By Jenny Fyall
STUDENTS should be able to sell their kidneys for tens of thousands of pounds to pay off university debts, according to a Scots academic.
Sue Rabbitt Roff believes making it legal to sell the body part would boost the number of organs available to save lives and help students struggling with money.
She argues that donors should be paid the average UK annual income of around £28,000.
It is currently illegal to sell organs and tissues in the UK under the Human Tissue Act (2004) and across the world apart from in Iran.
The National Union of Students (NUS) in Scotland described the idea as “ludicrous” and said students should not be expected to lose a body part to pay for their education.
The Dundee University academic makes the controversial comments in an article in the British Medical Journal (BMJ) today. Mrs Roff, senior research fellow at the university’s Department of Medical Sociology, told The Scotsman: “We are allowing young people to undertake £20,000 to £30,000 of university fee payments.
“We allow them to burden themselves with these debts. Why can’t we allow them to do a very kind and generous thing but also meet their own needs?”
Ethics organisations argue changing the law would exploit poor people desperate for money.
However, Mrs Roff wrote in the BMJ article: “One reservation that many people express about such a proposal is that it might exploit poor people in the same way the illegal market does now.
“But if the standard payment were equivalent to the average annual income in the UK, currently about £28,000, it would be an incentive across most income levels for those who wanted to do a kind deed and make enough money to, for instance, pay off university loans.”
She pointed out that three people on the kidney transplant list die in the UK every day.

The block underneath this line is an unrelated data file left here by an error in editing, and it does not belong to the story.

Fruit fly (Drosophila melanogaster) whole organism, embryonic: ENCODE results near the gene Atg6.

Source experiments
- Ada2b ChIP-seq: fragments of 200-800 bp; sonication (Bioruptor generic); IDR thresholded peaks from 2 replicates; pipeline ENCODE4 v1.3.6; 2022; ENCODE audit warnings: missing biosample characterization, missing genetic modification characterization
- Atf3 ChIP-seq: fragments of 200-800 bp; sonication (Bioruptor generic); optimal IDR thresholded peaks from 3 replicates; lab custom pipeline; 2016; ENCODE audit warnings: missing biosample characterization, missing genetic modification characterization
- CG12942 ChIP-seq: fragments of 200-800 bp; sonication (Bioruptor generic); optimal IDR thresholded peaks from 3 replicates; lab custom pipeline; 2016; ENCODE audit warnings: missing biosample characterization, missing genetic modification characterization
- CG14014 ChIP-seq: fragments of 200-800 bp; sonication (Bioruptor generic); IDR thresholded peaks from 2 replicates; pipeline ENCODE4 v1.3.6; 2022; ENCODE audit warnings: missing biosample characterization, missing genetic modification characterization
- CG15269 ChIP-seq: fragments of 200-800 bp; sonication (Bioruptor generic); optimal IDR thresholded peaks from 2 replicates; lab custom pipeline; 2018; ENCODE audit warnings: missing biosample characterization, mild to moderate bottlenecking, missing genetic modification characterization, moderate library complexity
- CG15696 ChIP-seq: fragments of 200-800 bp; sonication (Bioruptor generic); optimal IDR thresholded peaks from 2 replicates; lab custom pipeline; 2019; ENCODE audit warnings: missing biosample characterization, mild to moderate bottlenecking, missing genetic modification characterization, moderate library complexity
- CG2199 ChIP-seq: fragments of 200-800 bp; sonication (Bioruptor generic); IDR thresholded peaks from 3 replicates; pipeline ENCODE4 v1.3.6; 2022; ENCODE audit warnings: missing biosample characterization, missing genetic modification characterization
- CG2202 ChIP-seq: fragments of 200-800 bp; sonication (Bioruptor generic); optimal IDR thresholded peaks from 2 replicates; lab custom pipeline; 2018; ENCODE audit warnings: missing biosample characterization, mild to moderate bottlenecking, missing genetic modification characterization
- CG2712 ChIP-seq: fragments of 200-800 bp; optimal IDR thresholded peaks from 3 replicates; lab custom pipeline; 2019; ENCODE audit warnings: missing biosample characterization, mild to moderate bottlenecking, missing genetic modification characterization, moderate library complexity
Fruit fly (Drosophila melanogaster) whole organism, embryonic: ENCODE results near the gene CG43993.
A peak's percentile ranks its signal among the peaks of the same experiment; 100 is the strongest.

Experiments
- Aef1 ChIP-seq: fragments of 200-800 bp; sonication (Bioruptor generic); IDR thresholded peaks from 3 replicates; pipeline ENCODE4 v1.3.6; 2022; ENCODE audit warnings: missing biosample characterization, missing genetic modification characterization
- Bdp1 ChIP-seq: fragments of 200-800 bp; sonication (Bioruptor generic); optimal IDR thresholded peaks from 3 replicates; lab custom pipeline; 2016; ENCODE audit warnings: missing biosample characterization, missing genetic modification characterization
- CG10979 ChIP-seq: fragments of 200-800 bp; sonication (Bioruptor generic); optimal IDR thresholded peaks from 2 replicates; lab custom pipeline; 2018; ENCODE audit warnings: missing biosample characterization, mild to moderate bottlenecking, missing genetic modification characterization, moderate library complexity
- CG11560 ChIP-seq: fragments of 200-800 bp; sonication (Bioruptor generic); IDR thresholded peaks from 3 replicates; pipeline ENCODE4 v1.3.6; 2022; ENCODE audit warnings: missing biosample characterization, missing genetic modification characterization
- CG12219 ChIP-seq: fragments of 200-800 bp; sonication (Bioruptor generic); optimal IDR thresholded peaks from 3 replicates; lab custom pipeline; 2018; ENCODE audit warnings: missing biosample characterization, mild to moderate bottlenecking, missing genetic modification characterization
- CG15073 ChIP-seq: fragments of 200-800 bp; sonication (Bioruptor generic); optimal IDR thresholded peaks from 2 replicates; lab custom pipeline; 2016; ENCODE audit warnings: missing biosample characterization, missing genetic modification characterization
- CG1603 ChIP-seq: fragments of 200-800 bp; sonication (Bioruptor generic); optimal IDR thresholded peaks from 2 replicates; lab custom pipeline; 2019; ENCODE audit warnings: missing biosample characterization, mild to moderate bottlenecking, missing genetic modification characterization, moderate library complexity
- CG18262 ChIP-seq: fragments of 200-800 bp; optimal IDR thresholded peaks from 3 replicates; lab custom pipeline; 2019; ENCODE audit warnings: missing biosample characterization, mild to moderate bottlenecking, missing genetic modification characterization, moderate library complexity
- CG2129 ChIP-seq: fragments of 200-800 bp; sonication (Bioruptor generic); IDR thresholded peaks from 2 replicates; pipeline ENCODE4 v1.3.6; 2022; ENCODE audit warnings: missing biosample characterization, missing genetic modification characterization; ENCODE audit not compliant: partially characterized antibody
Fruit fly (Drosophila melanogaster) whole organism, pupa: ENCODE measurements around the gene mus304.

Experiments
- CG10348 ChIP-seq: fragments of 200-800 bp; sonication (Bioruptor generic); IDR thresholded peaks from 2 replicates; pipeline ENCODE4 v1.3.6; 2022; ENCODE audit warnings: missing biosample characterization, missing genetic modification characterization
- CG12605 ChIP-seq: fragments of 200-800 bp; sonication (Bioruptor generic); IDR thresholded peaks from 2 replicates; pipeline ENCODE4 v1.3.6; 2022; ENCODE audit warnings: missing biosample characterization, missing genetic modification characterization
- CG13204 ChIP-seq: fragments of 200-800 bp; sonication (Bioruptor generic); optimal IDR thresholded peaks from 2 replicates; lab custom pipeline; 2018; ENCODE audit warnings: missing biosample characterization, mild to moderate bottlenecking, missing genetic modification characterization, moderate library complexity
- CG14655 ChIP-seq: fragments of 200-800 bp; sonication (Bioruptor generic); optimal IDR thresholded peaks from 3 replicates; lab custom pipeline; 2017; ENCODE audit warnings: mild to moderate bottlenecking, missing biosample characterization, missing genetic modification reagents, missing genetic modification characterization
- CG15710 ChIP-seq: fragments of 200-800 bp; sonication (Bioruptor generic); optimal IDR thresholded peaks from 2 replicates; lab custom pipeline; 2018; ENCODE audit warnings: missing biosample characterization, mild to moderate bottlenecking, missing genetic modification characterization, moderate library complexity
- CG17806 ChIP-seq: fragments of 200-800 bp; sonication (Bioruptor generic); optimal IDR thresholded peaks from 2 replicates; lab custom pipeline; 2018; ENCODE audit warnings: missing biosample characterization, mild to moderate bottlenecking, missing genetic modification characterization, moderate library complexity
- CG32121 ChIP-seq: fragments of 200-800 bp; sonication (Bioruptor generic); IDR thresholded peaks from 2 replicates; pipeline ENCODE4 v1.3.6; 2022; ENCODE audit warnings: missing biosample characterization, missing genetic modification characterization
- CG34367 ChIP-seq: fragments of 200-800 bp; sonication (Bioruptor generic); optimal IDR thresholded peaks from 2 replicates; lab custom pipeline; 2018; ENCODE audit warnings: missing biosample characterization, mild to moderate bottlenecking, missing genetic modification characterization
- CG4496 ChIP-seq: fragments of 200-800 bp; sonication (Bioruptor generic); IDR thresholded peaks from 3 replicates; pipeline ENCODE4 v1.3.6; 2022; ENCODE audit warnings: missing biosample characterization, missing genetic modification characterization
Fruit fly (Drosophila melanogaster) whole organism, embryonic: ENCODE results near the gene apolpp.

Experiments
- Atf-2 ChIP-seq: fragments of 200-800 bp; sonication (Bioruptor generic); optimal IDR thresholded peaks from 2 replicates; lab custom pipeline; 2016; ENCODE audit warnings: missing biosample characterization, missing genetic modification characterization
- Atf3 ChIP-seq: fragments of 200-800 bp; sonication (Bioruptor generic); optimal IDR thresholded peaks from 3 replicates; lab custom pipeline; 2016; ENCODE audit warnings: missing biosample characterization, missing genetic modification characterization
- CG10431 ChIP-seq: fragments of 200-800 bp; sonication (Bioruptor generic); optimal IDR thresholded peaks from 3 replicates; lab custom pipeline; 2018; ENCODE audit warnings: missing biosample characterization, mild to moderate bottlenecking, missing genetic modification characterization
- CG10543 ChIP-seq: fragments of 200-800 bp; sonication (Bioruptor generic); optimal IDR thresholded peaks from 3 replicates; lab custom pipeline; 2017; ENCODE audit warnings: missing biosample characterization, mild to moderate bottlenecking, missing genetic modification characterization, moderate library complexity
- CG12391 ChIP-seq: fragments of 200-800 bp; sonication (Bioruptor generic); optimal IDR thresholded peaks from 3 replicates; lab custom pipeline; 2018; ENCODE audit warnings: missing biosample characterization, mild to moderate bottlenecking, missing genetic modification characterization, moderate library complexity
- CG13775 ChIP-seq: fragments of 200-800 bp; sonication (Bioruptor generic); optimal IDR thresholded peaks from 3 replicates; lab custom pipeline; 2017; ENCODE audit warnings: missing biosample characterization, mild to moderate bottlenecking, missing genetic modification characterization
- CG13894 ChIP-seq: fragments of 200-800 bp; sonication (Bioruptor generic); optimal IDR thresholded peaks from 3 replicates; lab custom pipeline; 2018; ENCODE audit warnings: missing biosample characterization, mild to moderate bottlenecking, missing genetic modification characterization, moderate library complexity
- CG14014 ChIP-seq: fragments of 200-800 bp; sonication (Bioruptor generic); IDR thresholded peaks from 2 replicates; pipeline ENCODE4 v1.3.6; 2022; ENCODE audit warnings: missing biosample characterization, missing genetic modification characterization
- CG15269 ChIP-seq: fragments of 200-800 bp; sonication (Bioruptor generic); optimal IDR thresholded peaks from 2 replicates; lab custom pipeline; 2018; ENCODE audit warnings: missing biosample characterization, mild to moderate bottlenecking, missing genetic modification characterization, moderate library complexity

However, Robin Parker, president of NUS Scotland, said: “Although the lack of available kidneys for transplant is truly tragic given the need, it’s ludicrous to suggest that selling body parts is a viable solution to alleviating student poverty.
“Young people, particularly from disadvantaged backgrounds, are already being asked to take on huge debt to afford an education. They shouldn’t be expected to remove a body part as well.”
Dr Calum MacKellar, director of research at the Scottish Council on Human Bioethics, said the move would be exploitative.
“To place a financial value on human beings or parts of human beings undermines the inherent dignity of the human person and the innate as well as immeasurable worth of all individuals,” he said.
In the past year, the Human Tissue Authority (HTA) approved 1,200 cases of donated organs and bone marrow, a six per cent increase on the previous year, including 40 donations between strangers.
A spokeswoman for the HTA said this showed increasing numbers of donors were coming forward and added that “the HTA must continue to ensure that living organ donation is something people enter into freely and without financial reward”.
However, Mrs Roff does not think her article, entitled “We should consider paying kidney donors”, is particularly controversial.
“We allow family members and friends to donate to each other even if they are not genetically related,” she said.
“So I don’t think it’s a very big step to offer the same level of medical service but also make a payment. The only difference is the issue of money. So what’s so problematic about money?”
However, Mrs Roff said she would not sell one of her kidneys. “I don’t feel the need or the pressure for money. I’m a middle-class person and I’m not in that situation. But we shouldn’t legislate for other people.
“Isn’t it very patronising for those of us who are well-off to make decisions for those of us who are not? People must be allowed to make their own decisions.